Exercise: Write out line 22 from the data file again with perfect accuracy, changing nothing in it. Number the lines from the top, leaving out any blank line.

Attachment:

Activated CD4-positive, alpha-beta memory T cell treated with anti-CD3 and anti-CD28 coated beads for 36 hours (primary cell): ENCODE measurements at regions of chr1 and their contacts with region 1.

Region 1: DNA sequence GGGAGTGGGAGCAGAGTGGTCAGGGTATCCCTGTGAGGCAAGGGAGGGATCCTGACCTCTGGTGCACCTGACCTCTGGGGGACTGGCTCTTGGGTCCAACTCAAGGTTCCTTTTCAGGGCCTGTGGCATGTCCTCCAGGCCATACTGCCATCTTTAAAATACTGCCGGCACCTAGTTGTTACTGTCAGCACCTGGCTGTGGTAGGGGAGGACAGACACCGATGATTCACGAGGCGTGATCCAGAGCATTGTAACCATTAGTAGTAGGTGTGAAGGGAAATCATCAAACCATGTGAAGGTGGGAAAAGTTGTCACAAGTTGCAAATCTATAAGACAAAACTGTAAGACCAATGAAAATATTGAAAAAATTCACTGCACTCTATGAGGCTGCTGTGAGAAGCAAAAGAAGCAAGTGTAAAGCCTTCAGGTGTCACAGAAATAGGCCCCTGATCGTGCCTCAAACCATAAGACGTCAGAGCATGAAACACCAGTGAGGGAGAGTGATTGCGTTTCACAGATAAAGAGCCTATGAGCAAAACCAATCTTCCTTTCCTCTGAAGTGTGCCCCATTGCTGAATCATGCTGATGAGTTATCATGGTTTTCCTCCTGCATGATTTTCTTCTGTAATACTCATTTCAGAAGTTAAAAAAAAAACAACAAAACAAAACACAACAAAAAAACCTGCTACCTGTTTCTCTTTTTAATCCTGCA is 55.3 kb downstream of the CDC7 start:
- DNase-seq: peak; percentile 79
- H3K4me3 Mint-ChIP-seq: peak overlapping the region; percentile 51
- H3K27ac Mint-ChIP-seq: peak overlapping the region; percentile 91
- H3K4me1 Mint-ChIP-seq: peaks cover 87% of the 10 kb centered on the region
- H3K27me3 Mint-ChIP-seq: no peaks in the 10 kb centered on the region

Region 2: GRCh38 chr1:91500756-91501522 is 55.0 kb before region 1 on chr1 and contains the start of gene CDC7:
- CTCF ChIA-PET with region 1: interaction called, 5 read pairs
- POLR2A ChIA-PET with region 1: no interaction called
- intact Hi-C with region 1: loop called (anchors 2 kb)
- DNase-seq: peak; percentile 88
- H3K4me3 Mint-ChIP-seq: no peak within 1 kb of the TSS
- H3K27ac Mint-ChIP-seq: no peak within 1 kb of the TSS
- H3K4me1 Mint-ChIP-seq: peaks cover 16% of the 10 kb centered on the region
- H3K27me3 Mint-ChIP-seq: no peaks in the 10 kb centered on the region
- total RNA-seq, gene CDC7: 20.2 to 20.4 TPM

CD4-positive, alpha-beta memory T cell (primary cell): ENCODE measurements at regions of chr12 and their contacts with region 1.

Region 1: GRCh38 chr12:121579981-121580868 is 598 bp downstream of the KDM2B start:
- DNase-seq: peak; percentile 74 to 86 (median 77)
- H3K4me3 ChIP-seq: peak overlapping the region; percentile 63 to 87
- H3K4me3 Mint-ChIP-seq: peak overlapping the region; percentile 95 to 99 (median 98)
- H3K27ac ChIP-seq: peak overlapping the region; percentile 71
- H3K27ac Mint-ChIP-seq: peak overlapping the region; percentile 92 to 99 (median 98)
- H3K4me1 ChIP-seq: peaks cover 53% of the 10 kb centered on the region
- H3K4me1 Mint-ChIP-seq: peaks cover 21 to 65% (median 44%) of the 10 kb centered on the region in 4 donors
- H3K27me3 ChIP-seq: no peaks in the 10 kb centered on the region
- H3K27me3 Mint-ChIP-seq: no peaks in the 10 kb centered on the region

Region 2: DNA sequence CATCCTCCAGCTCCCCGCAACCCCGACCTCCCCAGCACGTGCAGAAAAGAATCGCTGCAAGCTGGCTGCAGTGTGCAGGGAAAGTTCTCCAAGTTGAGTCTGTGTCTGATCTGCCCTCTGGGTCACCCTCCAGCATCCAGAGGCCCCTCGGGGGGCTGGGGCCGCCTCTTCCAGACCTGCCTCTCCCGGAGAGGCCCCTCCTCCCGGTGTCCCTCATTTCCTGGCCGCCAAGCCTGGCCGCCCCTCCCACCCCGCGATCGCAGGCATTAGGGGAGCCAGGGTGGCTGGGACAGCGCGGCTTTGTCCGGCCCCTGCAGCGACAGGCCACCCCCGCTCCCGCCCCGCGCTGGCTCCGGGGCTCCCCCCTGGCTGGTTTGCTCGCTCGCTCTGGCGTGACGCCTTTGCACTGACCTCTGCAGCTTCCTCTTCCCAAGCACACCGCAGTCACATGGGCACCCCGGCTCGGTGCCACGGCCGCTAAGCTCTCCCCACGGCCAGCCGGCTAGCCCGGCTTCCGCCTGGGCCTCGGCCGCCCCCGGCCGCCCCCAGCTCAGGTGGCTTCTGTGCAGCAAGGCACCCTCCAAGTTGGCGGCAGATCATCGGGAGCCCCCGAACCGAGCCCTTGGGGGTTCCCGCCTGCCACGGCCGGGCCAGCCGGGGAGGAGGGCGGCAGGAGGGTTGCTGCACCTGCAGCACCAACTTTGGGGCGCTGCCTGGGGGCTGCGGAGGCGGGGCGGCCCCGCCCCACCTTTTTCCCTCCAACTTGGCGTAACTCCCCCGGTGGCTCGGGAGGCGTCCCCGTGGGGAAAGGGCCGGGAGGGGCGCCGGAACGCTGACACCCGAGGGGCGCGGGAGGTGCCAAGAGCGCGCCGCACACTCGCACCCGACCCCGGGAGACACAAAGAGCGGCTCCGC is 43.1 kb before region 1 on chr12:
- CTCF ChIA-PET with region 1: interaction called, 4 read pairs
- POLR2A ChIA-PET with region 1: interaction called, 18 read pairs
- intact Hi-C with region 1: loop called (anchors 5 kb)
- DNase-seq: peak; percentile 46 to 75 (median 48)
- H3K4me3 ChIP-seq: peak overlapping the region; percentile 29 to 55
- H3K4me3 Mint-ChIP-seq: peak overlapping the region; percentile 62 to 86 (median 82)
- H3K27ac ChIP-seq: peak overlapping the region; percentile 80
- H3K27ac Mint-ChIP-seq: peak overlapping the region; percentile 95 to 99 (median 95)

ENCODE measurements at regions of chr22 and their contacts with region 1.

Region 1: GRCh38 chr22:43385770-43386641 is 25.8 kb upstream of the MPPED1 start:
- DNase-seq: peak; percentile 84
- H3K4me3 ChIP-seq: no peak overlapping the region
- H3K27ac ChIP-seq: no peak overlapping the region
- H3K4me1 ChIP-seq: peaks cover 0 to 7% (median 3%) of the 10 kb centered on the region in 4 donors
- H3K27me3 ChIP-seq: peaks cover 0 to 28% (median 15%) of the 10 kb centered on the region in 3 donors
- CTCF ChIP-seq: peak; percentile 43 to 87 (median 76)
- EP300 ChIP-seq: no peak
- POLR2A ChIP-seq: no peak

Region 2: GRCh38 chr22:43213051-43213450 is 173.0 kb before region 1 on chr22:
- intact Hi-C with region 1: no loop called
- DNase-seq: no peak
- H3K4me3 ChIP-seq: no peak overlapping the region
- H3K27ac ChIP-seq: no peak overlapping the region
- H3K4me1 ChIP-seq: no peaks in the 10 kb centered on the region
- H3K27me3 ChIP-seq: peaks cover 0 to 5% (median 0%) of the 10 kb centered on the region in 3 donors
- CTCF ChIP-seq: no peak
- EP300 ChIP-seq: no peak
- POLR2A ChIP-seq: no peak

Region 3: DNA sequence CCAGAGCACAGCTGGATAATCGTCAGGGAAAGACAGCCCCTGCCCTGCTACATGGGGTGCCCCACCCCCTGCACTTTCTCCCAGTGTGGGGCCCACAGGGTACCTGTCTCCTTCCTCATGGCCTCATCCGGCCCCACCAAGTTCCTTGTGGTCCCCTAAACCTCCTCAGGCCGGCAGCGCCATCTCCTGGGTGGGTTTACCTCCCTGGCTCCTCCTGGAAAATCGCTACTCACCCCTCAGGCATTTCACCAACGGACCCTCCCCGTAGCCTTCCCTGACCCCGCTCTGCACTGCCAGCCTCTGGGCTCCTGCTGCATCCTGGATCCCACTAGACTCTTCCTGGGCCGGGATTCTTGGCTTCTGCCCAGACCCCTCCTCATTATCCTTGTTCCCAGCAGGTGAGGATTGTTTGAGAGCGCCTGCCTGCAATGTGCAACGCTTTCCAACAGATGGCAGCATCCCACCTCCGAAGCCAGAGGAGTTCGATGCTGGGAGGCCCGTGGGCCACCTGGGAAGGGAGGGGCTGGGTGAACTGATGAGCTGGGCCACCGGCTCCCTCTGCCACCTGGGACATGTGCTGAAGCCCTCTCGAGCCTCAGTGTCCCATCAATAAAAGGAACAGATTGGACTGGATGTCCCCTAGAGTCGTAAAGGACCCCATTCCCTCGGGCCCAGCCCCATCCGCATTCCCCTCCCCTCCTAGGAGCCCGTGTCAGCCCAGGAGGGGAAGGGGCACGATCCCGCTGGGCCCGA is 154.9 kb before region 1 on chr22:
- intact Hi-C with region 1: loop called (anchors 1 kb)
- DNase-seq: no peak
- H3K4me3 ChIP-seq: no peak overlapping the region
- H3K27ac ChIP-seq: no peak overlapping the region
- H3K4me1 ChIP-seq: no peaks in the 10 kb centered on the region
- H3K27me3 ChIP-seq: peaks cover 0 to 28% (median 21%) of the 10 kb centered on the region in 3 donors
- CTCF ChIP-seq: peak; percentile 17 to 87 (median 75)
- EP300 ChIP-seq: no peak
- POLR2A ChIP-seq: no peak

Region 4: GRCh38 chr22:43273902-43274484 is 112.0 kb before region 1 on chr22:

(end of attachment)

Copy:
- H3K4me3 Mint-ChIP-seq: peak overlapping the region; percentile 95 to 99 (median 98)